Cigarettes can be any dried leaf that people roll in thin paper to smoke, but the word is most often used to refer ones with dried tobacco leaves. The nicotine in the tobacco can be addictive to people. The nicotine from cigarettes makes people want to smoke more, even if they do not like the taste or its other effects. The smoke also has other things that are bad for people's health. Many countries have laws saying who can smoke tobacco cigarettes and where they can smoke them. They can cause lung cancer, heart disease and many other diseases. Most packs of cigarettes have warning labels on them. Until the mid-1950s, cigarettes were advertised as being healthy or at least not harmful. Tobacco companies used images of doctors smoking in their advertisements to falsely convince the public that cigarettes were safe. Cigarettes were advertised as a remedy for throat irritation, the common cold, obesity, indigestion, and even asthma. Today, all of the major tobacco companies admit that cigarettes are harmful to health.
Smokers have symptoms such as frequent coughing, chest pain, and breathlessness. Doctors say that people should not smoke, as it can harm almost every organ in the body.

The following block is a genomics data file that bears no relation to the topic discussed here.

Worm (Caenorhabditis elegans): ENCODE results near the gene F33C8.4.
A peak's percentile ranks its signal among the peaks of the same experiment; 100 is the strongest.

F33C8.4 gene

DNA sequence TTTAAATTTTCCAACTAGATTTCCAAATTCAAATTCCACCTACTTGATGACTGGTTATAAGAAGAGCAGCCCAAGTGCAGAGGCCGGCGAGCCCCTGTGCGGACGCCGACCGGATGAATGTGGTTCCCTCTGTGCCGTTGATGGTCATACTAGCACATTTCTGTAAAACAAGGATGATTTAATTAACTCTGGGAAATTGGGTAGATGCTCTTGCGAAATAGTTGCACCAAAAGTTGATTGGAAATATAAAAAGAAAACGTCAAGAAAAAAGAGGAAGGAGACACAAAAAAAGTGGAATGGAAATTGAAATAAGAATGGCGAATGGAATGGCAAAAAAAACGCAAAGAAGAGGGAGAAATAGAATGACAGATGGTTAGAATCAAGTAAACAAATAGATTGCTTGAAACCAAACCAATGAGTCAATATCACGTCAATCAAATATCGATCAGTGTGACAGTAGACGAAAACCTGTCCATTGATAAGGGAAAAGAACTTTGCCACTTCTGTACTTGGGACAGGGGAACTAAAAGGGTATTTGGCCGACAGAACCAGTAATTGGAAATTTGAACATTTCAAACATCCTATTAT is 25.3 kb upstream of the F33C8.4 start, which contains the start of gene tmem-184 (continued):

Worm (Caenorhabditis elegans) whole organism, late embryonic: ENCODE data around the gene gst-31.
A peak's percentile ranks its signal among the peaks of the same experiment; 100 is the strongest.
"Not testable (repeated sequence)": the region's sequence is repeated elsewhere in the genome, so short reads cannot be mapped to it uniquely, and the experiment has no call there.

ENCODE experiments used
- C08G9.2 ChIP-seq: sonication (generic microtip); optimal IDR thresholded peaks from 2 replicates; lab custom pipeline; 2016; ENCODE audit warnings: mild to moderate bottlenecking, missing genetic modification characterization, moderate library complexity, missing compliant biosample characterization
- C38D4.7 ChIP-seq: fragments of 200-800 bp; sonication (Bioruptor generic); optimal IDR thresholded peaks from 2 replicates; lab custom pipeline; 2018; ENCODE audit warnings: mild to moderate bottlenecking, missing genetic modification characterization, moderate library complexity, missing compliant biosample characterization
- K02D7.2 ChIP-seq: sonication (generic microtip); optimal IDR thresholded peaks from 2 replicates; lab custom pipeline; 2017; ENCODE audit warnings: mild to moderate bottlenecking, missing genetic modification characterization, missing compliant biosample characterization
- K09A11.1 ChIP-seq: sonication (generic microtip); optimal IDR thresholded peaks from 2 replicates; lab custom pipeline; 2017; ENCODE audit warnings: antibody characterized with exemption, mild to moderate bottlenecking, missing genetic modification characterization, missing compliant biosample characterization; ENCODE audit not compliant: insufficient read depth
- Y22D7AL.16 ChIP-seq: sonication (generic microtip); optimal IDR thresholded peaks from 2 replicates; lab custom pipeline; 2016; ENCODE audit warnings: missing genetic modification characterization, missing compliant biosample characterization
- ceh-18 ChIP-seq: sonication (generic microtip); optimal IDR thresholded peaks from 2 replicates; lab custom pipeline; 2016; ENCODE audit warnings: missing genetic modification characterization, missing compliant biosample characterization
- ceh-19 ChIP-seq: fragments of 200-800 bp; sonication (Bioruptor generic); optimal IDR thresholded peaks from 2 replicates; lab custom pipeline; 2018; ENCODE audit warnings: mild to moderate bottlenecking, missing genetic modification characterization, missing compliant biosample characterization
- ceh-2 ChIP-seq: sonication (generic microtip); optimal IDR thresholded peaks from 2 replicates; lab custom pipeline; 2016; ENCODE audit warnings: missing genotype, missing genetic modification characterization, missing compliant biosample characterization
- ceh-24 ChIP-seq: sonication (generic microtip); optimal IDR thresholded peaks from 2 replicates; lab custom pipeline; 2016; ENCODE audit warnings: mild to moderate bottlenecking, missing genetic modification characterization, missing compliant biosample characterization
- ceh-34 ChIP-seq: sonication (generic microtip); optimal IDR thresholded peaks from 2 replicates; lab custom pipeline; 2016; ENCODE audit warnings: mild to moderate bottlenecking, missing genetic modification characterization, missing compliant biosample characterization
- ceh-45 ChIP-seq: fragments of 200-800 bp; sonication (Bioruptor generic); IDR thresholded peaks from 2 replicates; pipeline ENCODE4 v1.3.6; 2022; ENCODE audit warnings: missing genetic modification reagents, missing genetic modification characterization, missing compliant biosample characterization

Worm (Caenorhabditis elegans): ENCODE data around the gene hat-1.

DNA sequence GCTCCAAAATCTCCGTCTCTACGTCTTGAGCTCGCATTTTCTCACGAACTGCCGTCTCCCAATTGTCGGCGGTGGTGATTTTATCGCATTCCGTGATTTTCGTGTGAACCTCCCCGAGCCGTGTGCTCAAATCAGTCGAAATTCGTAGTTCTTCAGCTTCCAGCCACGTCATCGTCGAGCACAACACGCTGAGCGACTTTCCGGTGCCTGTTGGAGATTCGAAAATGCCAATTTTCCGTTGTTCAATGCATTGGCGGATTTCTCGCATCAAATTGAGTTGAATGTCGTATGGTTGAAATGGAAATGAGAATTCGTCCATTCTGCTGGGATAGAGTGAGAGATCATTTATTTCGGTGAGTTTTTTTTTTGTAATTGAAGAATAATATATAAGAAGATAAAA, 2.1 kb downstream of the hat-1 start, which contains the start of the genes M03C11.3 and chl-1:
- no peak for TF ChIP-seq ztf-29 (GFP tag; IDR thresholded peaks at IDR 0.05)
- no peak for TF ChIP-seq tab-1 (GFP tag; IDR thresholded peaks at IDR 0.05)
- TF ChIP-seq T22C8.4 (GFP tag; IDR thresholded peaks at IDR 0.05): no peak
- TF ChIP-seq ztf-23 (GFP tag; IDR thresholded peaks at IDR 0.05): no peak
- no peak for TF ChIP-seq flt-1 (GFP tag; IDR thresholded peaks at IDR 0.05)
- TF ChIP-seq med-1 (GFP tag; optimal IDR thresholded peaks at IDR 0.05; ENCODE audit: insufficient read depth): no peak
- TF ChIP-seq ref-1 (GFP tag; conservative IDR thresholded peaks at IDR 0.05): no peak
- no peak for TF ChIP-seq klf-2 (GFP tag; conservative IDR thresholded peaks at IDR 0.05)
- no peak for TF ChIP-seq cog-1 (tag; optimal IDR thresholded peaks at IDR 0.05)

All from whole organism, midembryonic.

Cigarette smoke contains many harmful substances. Among them are nicotine, tar, carcinogens and carbon monoxide.
- Nicotine is a drug that is addictive. It damages brain tissue.
- Tar is a sticky substance that kills cells and causes lung cancer.
- Carcinogens are substances that cause cancer.
- Carbon monoxide is a colourless and poisonous gas that stops hemoglobin from taking oxygen around the body.
- Filtered, light, ultra-light, menthol, natural, nicotine-free, and electronic cigarettes are just as harmful as regular cigarettes.
- Nicotine in cigarettes is as addictive as cocaine and heroin.
- Other tobacco products, such as cigars and chewing tobacco, are not a safe alternative to cigarettes.
- Improperly extinguished cigarettes are a common cause of house fires.
- Smoking near fuel or flammable chemicals can cause a fire or explosion.
- ↑ "Harms of Smoking and Health Benefits of Quitting". cancer.gov. Retrieved January 20, 2011.